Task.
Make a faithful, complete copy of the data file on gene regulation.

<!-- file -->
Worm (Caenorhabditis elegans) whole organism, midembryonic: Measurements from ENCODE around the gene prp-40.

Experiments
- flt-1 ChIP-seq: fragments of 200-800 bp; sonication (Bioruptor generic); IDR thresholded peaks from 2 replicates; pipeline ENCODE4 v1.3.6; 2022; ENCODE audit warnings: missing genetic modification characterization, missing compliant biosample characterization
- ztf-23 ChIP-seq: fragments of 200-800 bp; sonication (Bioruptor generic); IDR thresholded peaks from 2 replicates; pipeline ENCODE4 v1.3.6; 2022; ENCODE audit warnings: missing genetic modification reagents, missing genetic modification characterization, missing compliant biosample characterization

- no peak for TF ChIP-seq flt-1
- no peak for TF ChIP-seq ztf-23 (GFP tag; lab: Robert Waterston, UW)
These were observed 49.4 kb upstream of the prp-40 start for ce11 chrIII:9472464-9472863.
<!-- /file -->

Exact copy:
Worm (Caenorhabditis elegans) whole organism, midembryonic: Measurements from ENCODE around the gene prp-40.

Experiments
- flt-1 ChIP-seq: fragments of 200-800 bp; sonication (Bioruptor generic); IDR thresholded peaks from 2 replicates; pipeline ENCODE4 v1.3.6; 2022; ENCODE audit warnings: missing genetic modification characterization, missing compliant biosample characterization
- ztf-23 ChIP-seq: fragments of 200-800 bp; sonication (Bioruptor generic); IDR thresholded peaks from 2 replicates; pipeline ENCODE4 v1.3.6; 2022; ENCODE audit warnings: missing genetic modification reagents, missing genetic modification characterization, missing compliant biosample characterization

- no peak for TF ChIP-seq flt-1
- no peak for TF ChIP-seq ztf-23 (GFP tag; lab: Robert Waterston, UW)
These were observed 49.4 kb upstream of the prp-40 start for ce11 chrIII:9472464-9472863.